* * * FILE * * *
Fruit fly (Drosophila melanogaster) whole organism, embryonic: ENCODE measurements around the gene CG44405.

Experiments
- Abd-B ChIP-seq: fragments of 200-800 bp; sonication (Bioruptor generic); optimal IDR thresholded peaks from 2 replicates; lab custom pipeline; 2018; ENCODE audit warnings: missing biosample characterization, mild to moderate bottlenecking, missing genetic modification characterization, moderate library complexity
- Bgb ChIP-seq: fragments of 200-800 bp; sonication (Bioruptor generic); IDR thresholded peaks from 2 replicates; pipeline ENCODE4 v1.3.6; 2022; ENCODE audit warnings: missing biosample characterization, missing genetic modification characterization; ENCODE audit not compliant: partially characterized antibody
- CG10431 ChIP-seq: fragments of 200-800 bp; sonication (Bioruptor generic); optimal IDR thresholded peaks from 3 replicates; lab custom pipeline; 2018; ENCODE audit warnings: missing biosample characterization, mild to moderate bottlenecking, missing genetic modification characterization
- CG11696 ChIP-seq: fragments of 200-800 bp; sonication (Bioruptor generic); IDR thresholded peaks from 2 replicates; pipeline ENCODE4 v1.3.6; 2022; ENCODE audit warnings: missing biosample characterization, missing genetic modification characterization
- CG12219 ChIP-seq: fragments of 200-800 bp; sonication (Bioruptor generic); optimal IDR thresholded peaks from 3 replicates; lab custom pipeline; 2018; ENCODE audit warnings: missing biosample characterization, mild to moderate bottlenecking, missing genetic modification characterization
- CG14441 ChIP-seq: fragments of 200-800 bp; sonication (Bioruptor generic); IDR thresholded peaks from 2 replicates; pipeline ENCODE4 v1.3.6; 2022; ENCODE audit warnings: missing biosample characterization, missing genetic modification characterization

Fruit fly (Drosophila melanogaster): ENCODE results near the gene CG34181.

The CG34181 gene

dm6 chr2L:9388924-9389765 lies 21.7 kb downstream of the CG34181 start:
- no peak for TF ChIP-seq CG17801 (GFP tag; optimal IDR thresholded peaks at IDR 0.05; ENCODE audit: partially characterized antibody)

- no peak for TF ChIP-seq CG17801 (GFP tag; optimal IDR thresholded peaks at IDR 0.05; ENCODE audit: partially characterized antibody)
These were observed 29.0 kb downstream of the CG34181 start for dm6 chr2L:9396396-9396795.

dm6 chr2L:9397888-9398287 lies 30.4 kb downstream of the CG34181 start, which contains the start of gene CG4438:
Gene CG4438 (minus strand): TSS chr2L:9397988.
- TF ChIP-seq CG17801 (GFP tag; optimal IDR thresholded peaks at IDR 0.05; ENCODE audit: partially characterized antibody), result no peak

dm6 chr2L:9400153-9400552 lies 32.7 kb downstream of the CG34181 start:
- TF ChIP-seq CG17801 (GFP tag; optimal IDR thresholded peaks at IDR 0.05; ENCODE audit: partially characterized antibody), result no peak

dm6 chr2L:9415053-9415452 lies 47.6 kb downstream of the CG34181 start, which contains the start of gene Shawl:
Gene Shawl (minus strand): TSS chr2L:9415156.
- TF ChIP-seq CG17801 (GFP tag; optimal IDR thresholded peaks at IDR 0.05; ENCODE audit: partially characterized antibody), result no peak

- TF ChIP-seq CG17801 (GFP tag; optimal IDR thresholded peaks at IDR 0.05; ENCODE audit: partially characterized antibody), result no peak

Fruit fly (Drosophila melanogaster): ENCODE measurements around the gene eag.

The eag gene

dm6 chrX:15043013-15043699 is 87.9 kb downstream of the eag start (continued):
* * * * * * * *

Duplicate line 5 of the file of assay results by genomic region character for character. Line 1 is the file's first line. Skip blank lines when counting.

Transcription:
- CG10431 ChIP-seq: fragments of 200-800 bp; sonication (Bioruptor generic); optimal IDR thresholded peaks from 3 replicates; lab custom pipeline; 2018; ENCODE audit warnings: missing biosample characterization, mild to moderate bottlenecking, missing genetic modification characterization